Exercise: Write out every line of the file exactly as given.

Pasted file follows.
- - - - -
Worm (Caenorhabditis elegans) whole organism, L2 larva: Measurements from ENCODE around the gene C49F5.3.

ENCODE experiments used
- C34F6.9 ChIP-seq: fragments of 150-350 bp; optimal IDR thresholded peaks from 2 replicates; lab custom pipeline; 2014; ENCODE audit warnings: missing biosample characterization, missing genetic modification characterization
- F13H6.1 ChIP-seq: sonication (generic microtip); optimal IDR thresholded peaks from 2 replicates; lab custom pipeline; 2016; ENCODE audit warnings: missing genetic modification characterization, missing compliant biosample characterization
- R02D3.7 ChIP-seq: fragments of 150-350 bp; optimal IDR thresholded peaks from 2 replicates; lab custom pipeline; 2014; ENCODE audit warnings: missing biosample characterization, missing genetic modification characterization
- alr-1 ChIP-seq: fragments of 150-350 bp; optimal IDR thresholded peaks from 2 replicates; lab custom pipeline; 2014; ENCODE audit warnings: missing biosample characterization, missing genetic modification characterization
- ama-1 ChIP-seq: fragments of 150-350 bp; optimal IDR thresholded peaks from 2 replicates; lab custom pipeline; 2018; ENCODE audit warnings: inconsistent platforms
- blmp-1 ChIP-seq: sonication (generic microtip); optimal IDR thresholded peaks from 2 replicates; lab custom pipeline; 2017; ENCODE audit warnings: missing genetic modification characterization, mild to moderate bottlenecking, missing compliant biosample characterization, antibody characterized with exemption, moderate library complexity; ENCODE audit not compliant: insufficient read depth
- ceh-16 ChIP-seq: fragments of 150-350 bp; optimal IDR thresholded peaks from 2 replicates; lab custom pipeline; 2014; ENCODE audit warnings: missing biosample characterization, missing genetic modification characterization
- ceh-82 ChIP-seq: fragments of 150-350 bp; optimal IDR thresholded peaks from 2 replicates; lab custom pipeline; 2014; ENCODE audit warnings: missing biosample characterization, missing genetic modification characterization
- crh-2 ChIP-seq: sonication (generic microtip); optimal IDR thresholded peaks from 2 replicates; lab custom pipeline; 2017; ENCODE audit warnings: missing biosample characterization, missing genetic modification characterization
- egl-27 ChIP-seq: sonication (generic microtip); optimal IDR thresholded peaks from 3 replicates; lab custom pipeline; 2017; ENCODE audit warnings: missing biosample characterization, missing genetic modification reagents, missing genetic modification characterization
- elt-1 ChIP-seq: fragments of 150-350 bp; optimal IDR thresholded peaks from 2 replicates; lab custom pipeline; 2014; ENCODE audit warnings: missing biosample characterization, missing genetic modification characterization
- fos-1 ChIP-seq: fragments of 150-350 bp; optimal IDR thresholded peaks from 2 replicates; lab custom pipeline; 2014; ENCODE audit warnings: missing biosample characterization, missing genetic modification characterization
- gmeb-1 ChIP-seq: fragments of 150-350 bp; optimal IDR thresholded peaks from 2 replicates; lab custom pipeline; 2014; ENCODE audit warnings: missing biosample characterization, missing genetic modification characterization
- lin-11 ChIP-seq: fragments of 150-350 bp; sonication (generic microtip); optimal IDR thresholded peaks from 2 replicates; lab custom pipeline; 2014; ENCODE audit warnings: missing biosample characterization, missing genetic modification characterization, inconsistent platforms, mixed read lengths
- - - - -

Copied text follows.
Worm (Caenorhabditis elegans) whole organism, L2 larva: Measurements from ENCODE around the gene C49F5.3.

ENCODE experiments used
- C34F6.9 ChIP-seq: fragments of 150-350 bp; optimal IDR thresholded peaks from 2 replicates; lab custom pipeline; 2014; ENCODE audit warnings: missing biosample characterization, missing genetic modification characterization
- F13H6.1 ChIP-seq: sonication (generic microtip); optimal IDR thresholded peaks from 2 replicates; lab custom pipeline; 2016; ENCODE audit warnings: missing genetic modification characterization, missing compliant biosample characterization
- R02D3.7 ChIP-seq: fragments of 150-350 bp; optimal IDR thresholded peaks from 2 replicates; lab custom pipeline; 2014; ENCODE audit warnings: missing biosample characterization, missing genetic modification characterization
- alr-1 ChIP-seq: fragments of 150-350 bp; optimal IDR thresholded peaks from 2 replicates; lab custom pipeline; 2014; ENCODE audit warnings: missing biosample characterization, missing genetic modification characterization
- ama-1 ChIP-seq: fragments of 150-350 bp; optimal IDR thresholded peaks from 2 replicates; lab custom pipeline; 2018; ENCODE audit warnings: inconsistent platforms
- blmp-1 ChIP-seq: sonication (generic microtip); optimal IDR thresholded peaks from 2 replicates; lab custom pipeline; 2017; ENCODE audit warnings: missing genetic modification characterization, mild to moderate bottlenecking, missing compliant biosample characterization, antibody characterized with exemption, moderate library complexity; ENCODE audit not compliant: insufficient read depth
- ceh-16 ChIP-seq: fragments of 150-350 bp; optimal IDR thresholded peaks from 2 replicates; lab custom pipeline; 2014; ENCODE audit warnings: missing biosample characterization, missing genetic modification characterization
- ceh-82 ChIP-seq: fragments of 150-350 bp; optimal IDR thresholded peaks from 2 replicates; lab custom pipeline; 2014; ENCODE audit warnings: missing biosample characterization, missing genetic modification characterization
- crh-2 ChIP-seq: sonication (generic microtip); optimal IDR thresholded peaks from 2 replicates; lab custom pipeline; 2017; ENCODE audit warnings: missing biosample characterization, missing genetic modification characterization
- egl-27 ChIP-seq: sonication (generic microtip); optimal IDR thresholded peaks from 3 replicates; lab custom pipeline; 2017; ENCODE audit warnings: missing biosample characterization, missing genetic modification reagents, missing genetic modification characterization
- elt-1 ChIP-seq: fragments of 150-350 bp; optimal IDR thresholded peaks from 2 replicates; lab custom pipeline; 2014; ENCODE audit warnings: missing biosample characterization, missing genetic modification characterization
- fos-1 ChIP-seq: fragments of 150-350 bp; optimal IDR thresholded peaks from 2 replicates; lab custom pipeline; 2014; ENCODE audit warnings: missing biosample characterization, missing genetic modification characterization
- gmeb-1 ChIP-seq: fragments of 150-350 bp; optimal IDR thresholded peaks from 2 replicates; lab custom pipeline; 2014; ENCODE audit warnings: missing biosample characterization, missing genetic modification characterization
- lin-11 ChIP-seq: fragments of 150-350 bp; sonication (generic microtip); optimal IDR thresholded peaks from 2 replicates; lab custom pipeline; 2014; ENCODE audit warnings: missing biosample characterization, missing genetic modification characterization, inconsistent platforms, mixed read lengths